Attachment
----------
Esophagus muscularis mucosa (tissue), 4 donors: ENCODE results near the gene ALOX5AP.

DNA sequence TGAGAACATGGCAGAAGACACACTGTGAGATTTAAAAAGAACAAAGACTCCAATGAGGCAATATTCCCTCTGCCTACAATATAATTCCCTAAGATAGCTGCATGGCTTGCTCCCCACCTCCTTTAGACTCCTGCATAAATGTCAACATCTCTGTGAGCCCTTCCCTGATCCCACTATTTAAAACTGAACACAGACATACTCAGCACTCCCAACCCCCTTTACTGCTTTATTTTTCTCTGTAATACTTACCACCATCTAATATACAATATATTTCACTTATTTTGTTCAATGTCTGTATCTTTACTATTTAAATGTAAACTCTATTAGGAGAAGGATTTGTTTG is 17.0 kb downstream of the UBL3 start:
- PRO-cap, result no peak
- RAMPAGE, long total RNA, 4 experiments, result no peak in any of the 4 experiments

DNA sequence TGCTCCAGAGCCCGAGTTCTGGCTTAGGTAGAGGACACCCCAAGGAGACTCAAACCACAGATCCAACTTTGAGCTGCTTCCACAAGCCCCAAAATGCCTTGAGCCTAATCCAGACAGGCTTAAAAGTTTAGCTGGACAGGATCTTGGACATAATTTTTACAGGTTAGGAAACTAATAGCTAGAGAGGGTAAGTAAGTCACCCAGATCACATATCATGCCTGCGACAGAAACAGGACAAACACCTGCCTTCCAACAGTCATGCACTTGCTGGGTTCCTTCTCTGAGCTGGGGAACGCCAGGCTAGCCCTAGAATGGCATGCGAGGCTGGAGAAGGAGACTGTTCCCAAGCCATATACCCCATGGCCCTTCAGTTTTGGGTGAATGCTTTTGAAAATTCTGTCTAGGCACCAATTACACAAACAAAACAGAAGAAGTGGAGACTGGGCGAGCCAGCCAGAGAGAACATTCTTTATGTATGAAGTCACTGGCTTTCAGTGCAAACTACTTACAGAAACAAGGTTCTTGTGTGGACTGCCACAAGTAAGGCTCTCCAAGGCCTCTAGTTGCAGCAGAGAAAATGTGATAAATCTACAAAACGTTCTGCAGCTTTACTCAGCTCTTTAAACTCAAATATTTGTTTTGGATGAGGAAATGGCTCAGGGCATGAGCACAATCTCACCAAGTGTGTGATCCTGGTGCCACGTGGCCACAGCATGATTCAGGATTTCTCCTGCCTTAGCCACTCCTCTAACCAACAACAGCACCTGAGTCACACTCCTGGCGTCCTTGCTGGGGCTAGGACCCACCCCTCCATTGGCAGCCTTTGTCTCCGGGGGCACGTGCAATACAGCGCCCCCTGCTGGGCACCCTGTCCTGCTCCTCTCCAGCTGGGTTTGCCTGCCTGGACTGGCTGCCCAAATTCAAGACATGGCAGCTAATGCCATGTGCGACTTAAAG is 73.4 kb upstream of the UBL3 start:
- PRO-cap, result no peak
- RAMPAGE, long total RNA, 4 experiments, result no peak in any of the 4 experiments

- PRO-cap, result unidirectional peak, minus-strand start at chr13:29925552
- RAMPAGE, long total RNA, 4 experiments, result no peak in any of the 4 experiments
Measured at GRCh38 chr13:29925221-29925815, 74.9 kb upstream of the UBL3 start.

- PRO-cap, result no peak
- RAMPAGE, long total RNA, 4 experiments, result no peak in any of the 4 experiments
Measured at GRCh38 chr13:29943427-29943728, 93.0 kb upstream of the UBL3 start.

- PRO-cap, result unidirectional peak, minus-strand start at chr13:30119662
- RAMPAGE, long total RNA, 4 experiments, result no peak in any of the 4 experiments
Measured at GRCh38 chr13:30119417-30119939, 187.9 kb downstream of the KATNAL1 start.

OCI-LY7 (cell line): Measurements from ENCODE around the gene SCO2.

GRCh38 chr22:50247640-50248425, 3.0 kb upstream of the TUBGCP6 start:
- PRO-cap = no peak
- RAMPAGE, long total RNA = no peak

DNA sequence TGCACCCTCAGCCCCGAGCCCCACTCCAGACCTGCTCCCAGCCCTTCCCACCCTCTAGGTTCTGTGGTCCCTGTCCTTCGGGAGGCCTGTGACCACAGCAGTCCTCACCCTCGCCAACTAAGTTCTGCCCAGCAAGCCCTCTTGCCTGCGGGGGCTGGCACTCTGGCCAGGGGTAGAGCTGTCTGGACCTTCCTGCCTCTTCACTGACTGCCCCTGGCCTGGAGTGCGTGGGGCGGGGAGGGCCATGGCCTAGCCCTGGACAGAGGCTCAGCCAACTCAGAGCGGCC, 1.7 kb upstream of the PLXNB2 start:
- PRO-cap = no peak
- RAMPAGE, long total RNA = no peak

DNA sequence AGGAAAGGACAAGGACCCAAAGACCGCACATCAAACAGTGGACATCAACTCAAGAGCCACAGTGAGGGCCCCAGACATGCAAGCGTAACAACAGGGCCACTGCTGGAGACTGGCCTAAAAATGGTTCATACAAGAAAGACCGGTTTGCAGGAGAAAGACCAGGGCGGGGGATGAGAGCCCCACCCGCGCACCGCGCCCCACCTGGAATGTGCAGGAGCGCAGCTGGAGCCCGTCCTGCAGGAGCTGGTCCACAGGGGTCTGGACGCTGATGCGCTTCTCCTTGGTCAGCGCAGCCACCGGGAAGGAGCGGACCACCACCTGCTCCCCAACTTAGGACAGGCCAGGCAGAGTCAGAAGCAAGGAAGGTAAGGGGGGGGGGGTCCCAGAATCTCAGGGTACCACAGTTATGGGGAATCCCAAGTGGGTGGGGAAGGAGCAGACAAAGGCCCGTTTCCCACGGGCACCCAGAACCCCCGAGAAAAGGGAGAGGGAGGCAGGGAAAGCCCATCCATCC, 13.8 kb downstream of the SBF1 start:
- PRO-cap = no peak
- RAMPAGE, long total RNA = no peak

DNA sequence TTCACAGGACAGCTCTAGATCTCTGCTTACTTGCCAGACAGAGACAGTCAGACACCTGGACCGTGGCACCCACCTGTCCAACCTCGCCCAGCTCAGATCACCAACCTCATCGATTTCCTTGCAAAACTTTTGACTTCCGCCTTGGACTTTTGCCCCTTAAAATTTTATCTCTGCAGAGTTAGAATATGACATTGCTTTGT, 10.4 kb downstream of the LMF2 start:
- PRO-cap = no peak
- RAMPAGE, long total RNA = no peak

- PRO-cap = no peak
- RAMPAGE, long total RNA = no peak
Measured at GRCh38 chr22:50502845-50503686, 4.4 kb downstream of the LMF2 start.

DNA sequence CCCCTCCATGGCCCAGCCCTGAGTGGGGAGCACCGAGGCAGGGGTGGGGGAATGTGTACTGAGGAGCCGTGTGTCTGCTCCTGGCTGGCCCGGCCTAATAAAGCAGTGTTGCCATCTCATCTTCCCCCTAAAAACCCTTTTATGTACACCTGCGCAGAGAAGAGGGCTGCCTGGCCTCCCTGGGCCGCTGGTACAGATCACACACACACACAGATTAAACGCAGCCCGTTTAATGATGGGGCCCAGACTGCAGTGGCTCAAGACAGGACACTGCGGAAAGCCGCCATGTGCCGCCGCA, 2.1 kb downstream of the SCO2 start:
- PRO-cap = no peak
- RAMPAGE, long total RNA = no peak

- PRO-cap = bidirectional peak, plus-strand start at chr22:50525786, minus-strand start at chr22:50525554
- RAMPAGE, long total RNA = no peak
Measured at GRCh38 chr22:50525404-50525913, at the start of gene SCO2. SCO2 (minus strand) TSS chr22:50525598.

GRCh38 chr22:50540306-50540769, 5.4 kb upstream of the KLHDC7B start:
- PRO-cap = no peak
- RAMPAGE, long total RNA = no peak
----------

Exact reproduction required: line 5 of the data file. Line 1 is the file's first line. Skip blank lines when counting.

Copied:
DNA sequence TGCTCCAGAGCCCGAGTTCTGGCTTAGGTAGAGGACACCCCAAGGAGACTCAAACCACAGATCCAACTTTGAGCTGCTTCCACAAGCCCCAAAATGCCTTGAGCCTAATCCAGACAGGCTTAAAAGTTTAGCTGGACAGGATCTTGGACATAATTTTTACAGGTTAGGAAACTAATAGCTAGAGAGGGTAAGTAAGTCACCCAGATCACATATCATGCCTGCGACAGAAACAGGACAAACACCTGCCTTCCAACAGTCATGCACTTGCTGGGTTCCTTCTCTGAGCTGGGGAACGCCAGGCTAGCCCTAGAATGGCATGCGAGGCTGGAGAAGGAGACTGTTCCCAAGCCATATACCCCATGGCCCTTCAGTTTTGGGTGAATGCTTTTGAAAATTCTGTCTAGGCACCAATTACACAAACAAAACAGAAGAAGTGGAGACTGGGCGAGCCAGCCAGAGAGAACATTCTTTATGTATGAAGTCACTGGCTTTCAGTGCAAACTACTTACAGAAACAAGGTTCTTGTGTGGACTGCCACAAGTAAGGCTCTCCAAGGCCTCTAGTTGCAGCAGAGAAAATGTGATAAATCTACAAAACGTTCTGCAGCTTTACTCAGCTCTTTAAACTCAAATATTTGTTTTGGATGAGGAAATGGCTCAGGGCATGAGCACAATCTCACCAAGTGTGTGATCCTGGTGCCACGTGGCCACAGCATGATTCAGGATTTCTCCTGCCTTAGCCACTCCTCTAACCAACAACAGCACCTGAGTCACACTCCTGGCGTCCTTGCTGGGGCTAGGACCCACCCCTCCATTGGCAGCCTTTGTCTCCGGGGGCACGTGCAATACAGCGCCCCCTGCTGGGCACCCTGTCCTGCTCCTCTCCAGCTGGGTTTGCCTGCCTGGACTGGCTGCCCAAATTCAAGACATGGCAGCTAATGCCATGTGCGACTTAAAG is 73.4 kb upstream of the UBL3 start: